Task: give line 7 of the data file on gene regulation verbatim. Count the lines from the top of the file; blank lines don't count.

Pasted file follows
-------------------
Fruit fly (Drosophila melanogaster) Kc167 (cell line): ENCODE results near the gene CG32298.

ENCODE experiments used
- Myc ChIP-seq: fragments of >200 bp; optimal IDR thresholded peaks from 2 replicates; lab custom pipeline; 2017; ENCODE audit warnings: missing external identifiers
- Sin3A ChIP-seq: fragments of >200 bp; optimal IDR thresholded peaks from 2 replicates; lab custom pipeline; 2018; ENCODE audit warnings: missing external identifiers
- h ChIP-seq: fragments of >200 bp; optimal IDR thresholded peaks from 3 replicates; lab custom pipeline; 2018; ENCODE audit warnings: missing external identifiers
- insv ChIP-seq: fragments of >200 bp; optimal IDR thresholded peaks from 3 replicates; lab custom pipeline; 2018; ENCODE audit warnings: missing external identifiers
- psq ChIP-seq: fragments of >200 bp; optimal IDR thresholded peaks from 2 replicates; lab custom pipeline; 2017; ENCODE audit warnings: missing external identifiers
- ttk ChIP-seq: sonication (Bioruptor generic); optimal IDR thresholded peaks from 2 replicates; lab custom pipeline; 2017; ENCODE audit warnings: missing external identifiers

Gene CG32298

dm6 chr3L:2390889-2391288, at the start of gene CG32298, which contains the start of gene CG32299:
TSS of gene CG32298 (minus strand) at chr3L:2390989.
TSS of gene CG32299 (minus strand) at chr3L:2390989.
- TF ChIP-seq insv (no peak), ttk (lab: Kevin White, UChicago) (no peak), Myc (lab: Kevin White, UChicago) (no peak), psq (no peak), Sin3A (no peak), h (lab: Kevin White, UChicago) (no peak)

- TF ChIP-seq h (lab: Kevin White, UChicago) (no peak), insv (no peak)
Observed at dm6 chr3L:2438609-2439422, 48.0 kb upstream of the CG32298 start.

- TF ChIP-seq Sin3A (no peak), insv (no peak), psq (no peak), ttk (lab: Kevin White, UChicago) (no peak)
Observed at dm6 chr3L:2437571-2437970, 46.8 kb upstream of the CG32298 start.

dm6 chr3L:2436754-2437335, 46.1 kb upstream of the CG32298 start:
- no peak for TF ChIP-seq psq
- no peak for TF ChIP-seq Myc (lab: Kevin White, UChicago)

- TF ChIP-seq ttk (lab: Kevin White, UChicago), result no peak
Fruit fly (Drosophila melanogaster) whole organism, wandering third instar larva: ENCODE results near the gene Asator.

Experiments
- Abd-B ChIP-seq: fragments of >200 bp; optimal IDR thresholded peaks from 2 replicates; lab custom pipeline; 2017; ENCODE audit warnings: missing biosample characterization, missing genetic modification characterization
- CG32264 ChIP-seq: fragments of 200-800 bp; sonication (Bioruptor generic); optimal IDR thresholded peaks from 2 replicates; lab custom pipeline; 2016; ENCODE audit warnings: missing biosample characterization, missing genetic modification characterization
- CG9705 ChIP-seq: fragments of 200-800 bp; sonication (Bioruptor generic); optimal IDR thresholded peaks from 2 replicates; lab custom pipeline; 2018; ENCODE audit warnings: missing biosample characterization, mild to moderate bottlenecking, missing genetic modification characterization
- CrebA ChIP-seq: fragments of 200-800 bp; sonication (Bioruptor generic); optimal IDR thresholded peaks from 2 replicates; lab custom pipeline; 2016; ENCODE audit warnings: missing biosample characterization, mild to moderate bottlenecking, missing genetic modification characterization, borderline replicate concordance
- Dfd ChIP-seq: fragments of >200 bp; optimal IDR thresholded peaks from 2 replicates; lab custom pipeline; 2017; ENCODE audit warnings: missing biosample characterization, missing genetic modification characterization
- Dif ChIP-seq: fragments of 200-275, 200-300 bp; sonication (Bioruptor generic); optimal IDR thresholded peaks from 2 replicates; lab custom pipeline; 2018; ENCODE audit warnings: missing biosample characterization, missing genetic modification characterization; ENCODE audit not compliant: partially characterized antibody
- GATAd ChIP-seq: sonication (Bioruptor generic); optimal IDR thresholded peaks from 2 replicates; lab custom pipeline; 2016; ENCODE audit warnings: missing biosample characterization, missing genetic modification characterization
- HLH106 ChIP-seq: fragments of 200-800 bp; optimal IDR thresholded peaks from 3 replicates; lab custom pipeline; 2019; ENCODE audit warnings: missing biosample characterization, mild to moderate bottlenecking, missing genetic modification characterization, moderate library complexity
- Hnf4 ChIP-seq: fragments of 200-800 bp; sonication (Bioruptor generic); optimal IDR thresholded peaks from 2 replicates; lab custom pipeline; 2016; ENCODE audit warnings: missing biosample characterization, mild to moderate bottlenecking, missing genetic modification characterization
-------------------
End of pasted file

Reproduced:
- psq ChIP-seq: fragments of >200 bp; optimal IDR thresholded peaks from 2 replicates; lab custom pipeline; 2017; ENCODE audit warnings: missing external identifiers